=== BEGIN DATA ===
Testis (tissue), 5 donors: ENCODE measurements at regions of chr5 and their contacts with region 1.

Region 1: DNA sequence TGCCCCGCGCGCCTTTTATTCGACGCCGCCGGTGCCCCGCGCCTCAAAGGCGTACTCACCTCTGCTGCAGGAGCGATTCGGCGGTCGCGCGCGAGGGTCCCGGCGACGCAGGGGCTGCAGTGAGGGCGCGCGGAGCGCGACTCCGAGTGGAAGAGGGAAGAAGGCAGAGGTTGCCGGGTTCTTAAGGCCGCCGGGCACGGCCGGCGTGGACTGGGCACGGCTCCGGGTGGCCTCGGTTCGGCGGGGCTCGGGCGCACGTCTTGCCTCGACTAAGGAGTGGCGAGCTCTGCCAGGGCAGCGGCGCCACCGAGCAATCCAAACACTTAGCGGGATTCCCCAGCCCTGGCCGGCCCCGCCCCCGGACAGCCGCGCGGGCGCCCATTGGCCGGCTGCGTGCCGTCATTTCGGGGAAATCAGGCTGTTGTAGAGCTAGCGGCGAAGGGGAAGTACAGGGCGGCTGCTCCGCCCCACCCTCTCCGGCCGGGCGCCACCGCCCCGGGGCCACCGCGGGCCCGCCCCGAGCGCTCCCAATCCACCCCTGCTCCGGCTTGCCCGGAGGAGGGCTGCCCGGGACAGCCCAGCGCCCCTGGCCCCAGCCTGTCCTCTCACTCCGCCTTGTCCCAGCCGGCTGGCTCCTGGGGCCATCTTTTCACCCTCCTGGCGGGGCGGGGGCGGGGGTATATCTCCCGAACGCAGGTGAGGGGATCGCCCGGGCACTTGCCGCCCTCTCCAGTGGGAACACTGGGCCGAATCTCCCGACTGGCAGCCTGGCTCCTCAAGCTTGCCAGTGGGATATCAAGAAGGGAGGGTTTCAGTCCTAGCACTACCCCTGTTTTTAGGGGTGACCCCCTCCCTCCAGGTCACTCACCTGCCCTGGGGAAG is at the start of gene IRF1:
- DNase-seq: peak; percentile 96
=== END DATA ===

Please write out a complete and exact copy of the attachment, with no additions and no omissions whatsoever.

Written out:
Testis (tissue), 5 donors: ENCODE measurements at regions of chr5 and their contacts with region 1.

Region 1: DNA sequence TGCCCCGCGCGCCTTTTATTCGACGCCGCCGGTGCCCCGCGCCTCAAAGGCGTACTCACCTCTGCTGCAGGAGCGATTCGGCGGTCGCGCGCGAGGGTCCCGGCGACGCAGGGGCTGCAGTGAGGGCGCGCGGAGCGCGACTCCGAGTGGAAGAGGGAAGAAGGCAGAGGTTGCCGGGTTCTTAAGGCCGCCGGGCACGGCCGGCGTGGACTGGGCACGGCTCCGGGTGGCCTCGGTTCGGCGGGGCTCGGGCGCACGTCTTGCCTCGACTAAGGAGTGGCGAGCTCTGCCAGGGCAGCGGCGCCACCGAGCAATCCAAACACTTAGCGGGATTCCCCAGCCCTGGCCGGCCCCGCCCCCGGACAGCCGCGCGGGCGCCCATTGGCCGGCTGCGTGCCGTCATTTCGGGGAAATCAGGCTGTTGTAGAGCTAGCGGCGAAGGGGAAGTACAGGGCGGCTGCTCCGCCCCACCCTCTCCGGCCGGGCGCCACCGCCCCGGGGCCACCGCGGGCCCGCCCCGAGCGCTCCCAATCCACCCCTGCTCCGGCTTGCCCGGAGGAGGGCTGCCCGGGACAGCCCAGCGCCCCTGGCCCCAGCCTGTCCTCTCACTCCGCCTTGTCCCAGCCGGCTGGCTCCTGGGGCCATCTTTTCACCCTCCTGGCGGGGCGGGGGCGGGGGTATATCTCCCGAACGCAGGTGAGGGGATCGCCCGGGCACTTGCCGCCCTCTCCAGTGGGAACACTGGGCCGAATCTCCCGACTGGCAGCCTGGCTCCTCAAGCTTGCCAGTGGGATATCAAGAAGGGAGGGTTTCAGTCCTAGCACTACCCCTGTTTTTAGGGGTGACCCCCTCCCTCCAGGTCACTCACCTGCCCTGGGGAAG is at the start of gene IRF1:
- DNase-seq: peak; percentile 96